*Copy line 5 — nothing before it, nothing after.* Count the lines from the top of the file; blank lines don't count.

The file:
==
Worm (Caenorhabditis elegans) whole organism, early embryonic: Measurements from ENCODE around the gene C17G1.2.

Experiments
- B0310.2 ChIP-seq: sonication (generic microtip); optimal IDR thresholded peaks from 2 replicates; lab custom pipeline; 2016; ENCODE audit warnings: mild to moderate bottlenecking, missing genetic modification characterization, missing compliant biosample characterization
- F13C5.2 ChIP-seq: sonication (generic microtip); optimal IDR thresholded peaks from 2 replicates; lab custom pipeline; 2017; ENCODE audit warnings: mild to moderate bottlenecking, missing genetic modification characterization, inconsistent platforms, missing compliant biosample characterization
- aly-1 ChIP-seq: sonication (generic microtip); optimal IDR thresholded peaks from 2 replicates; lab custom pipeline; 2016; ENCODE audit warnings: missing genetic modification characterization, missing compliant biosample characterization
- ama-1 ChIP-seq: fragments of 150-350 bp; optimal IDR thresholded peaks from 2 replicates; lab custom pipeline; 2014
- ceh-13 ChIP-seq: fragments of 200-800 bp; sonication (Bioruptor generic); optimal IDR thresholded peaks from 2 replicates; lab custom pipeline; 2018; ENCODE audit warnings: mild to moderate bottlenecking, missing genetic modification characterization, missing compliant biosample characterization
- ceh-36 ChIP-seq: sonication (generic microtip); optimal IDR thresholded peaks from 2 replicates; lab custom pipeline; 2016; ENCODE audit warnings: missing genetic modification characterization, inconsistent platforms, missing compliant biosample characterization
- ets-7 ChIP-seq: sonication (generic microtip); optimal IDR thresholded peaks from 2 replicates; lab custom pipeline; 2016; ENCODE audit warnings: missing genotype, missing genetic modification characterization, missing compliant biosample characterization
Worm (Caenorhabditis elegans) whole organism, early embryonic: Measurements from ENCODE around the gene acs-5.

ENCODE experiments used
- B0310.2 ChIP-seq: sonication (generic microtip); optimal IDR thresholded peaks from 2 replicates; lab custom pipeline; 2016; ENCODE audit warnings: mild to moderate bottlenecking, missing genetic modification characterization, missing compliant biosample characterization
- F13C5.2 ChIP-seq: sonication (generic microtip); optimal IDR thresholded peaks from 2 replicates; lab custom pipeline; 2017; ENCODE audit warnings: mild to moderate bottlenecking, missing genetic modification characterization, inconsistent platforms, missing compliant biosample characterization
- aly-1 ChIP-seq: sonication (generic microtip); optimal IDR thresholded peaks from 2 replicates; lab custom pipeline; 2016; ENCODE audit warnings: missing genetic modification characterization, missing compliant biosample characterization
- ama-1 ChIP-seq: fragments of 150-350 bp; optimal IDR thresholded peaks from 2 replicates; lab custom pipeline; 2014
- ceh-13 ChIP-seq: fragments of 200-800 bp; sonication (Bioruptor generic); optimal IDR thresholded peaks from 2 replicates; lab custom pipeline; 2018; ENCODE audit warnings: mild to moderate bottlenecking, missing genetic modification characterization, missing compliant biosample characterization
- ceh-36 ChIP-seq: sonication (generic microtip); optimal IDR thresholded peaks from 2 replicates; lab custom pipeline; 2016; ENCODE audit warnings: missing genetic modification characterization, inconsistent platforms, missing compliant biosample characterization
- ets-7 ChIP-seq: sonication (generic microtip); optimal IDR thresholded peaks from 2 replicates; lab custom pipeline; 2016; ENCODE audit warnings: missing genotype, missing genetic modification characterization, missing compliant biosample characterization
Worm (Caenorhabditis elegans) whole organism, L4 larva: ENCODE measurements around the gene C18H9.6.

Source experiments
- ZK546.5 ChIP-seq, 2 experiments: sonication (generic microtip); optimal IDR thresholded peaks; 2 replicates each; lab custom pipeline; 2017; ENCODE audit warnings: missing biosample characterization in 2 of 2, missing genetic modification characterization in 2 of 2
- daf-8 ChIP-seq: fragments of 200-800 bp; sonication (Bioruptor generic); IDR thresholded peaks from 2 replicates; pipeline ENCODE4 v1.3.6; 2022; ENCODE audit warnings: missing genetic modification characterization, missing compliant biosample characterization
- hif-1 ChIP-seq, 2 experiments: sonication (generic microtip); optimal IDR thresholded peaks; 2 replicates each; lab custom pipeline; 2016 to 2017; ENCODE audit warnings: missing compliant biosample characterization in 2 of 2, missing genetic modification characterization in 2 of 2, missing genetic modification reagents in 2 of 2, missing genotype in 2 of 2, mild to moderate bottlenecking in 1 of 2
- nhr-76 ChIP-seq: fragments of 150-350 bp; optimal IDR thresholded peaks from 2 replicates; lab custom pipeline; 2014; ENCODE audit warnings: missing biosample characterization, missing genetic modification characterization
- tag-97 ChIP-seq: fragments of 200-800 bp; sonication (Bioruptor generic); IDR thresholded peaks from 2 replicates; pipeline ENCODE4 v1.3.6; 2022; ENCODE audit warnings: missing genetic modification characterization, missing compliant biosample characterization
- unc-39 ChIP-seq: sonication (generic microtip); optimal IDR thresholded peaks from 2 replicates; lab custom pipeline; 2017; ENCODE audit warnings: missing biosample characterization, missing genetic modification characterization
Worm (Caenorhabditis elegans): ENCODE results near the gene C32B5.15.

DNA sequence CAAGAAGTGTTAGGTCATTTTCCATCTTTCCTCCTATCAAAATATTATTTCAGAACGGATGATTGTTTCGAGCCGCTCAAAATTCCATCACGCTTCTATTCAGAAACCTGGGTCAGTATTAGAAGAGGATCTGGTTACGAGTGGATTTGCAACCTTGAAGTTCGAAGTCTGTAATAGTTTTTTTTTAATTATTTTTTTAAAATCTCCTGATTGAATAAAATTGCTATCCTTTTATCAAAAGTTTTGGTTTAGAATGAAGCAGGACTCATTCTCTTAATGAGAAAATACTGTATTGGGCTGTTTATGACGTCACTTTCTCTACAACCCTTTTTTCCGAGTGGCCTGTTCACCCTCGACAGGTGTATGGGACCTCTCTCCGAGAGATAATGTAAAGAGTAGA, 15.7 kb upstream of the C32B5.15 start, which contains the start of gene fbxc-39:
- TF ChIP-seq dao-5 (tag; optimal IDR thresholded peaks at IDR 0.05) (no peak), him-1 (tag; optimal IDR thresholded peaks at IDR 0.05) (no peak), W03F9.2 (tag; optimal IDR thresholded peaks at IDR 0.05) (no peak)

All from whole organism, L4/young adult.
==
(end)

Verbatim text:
- aly-1 ChIP-seq: sonication (generic microtip); optimal IDR thresholded peaks from 2 replicates; lab custom pipeline; 2016; ENCODE audit warnings: missing genetic modification characterization, missing compliant biosample characterization